Temelin Reactor Safety Report Renews Austrian Fears

BRUSSELS, Belgium, August 1, 2001 (ENS) - The Czech Republic has "fully and satisfactorily implemented" a safety agreement reached last December with neighboring Austria regarding the country's Temelin nuclear plant, according to a leaked draft report from the European Commission.

The revelation sparked a new round of Austrian discontent over the controversial power station.


Czech authorities say the Soviet designed nuclear power plant is safe.
After sustained protests from its neighbors, the Czech and Austrian governments signed the so-called Melk agreement last December, promising to undertake a full environmental impact assessment and allow foreign inspections of the nuclear power plant.

Pressure for the assessment was exerted by the European Commission after vigorous allegations by Austria and Germany that the Temelin nuclear plant did not match western safety standards.

The first of the power station's two 981 megawatt reactors began running at test levels last October. The startup triggered a week-long blockade of their Austrian border with the Czech Republic by anti-nuclear demonstrators in Austria.

The European Union took on a mediation role after politically explosive demands by Austria's right-wing Freedom Party for the Czech Republic's accession to the EU to be blocked over Temelin. The party has launched a plebiscite to back its demands.

Austrian groups reacted with alarm to the Commission's apparent endorsement of Czech actions since the Melk deal.

The environmental group Global 2000 alleged "another attempt to brainwash peoples' minds on Temelin."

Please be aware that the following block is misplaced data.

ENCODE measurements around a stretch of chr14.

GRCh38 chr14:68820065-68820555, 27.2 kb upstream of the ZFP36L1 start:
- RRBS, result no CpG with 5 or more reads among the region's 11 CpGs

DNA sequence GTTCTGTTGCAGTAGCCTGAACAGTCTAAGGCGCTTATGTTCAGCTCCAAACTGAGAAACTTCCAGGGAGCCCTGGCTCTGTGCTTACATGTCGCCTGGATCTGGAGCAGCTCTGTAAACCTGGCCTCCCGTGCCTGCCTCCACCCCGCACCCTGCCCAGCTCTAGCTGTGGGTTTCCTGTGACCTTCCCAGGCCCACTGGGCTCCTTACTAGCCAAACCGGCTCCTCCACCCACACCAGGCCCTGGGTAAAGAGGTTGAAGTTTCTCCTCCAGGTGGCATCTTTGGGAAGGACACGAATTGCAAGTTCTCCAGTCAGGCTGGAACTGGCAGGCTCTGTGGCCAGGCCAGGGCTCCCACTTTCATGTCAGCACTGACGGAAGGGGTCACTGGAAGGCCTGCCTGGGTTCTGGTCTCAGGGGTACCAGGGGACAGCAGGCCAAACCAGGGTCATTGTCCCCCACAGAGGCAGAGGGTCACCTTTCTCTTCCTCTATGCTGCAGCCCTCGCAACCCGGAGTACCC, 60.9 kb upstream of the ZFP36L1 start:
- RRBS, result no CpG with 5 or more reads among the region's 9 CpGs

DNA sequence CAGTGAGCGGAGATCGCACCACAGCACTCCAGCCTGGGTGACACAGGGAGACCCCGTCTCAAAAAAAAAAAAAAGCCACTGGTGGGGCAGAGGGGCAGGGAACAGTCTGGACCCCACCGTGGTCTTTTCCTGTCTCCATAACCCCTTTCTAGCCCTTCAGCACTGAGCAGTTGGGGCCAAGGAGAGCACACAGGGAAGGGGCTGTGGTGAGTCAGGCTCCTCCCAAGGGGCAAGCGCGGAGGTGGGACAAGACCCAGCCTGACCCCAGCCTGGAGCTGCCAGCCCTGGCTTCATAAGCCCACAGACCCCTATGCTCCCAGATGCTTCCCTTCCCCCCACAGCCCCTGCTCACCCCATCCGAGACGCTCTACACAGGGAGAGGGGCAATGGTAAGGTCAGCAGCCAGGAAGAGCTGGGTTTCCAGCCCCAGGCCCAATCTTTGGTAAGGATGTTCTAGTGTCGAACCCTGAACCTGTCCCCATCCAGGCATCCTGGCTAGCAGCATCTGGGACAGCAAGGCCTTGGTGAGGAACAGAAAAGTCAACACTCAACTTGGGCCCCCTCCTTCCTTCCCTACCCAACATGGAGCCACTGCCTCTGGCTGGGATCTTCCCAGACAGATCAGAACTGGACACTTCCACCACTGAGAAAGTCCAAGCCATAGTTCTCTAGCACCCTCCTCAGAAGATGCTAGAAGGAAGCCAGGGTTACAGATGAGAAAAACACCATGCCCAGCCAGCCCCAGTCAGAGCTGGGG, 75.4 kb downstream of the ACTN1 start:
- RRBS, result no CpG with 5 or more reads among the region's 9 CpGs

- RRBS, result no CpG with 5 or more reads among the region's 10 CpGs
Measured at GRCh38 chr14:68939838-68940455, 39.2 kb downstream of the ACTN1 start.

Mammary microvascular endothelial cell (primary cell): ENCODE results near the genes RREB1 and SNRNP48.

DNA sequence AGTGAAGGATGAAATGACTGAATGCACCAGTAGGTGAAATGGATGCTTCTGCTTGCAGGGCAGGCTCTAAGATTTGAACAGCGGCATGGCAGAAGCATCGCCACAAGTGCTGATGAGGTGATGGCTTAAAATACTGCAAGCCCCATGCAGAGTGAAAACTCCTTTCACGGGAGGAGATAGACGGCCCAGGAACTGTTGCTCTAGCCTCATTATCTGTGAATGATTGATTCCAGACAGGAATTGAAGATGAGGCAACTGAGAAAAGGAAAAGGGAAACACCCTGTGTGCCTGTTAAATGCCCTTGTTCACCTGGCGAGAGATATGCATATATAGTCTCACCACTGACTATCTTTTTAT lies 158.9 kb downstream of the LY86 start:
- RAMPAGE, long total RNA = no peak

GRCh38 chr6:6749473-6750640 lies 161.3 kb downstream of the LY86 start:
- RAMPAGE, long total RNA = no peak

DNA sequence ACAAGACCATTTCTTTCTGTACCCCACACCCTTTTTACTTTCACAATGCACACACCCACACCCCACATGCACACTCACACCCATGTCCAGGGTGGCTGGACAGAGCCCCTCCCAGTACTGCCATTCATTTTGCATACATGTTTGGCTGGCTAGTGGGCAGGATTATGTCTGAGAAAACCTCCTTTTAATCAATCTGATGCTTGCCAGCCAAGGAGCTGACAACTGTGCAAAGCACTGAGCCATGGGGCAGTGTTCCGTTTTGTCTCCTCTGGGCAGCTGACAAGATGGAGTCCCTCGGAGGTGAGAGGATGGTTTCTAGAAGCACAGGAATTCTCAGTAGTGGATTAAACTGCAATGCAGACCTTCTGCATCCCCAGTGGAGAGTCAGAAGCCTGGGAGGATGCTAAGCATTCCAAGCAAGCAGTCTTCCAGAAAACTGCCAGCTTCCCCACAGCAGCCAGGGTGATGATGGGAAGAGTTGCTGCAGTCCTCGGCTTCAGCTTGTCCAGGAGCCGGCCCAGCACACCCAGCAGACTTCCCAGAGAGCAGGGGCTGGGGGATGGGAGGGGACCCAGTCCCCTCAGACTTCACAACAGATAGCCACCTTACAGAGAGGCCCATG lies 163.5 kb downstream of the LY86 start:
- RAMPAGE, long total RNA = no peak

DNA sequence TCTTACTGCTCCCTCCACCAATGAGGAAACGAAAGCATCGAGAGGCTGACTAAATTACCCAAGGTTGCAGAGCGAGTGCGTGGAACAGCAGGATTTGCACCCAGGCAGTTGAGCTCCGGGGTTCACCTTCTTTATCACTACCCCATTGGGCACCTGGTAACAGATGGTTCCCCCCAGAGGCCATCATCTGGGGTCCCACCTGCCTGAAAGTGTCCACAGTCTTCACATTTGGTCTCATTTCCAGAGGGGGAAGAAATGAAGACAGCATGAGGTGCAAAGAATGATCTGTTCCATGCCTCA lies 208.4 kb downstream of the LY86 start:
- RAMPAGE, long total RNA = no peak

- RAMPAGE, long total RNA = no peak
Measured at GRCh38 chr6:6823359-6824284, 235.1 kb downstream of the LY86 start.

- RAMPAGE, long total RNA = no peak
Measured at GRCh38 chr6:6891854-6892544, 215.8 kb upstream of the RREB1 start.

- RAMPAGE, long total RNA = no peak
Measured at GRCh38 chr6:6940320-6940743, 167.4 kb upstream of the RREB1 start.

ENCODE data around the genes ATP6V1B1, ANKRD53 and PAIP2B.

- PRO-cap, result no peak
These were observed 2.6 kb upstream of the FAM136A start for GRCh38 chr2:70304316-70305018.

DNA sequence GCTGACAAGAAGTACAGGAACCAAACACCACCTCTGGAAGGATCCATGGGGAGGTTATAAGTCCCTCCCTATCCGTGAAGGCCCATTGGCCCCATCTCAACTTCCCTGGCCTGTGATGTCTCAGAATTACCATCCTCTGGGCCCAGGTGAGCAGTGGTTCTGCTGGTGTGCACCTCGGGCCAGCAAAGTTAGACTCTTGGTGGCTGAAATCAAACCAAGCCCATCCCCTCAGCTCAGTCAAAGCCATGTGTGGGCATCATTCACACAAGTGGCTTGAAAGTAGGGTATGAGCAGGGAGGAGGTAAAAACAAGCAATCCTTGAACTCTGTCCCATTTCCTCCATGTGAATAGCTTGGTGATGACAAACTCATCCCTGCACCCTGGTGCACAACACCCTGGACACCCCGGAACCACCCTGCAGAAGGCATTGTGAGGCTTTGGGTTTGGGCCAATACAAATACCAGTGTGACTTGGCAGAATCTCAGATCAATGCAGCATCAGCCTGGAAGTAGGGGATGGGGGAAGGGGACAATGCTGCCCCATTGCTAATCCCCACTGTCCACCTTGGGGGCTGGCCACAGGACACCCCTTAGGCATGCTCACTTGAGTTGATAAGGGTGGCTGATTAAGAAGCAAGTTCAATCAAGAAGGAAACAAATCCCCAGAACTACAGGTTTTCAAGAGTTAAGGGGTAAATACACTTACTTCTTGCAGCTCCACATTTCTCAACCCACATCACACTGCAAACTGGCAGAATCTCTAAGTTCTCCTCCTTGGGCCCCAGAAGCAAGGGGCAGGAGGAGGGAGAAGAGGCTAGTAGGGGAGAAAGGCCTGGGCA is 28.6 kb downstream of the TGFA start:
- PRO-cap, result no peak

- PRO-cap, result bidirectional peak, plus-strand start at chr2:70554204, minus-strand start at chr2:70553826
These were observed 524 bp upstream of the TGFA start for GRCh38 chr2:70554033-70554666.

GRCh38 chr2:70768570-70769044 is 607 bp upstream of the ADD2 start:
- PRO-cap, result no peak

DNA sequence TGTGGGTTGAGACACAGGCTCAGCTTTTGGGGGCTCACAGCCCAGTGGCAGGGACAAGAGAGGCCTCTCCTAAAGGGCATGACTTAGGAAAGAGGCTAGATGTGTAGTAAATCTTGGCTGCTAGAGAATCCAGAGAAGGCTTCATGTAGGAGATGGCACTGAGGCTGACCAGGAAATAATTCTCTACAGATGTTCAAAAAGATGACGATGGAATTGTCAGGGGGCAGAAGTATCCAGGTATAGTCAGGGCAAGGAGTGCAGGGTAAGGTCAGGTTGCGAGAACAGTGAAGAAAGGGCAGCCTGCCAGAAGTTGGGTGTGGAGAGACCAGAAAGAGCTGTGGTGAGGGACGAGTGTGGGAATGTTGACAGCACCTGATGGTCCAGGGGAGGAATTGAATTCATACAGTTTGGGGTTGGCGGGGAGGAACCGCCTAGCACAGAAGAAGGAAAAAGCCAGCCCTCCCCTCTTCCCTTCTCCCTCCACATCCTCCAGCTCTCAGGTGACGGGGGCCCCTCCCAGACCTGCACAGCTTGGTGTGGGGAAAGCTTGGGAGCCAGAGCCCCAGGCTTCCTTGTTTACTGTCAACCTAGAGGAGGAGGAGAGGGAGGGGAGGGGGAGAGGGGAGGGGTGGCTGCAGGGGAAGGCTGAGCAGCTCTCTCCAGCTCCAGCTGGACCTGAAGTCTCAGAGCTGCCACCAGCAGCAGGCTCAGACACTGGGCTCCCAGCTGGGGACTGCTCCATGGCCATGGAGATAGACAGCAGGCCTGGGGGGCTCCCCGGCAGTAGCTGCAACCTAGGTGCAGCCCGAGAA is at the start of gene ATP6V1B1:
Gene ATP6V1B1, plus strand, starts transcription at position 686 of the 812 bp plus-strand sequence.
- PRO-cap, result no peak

Meanwhile, a leading member of Austria's official Temelin team claimed a lack of impartiality on the part of key European Commission figures behind the leaked report.

Neither the Czech nor the Austrian authorities have yet reacted officially to the leaked report.


Austrian Freedom Party members lobby for a referendum vote against a European Union entry of the Czech Republic, if Temelin is not shut down. (Photo courtesy Austrian Freedom Party)
According to an Austrian environment ministry official last December, the Czech authorities voluntarily extended an ongoing Environmental Impact Assessment to broaden its scope and enable participation by outside experts.

He told reporters that the revised procedures would be in line with the European Union environmental impact directive and would also comply with rules in the United Nations Espoo treaty on Environmental Impact Assessments in a transboundary context. This involves participation by citizens potentially affected, including people in neighboring countries, as well as multilateral consultation at government level.

But protesters of the Austrian Freedom Party say "countless breakdowns" at the Temelin nuclear plant, as well as risk assessments, have given rise to "horror scenarios filling Austrians with concern for their own future and the future of their children."

The Melk process did not reduce this concern, the Freedom Party protesters say. On July 21, Austria decided to hold a referendum on blocking the entry of the Czech Republic into the European Union if their environmental concerns over Temelin are not resolved.

But even the proponents of legal steps estimate the chances of referendum success as small, Freedom Party protesters acknowledge.


{Published in cooperation with ENDS Environment Daily, Europe's choice for environmental news. Environmental Data Services Ltd, London. Email: envdaily@ends.co.uk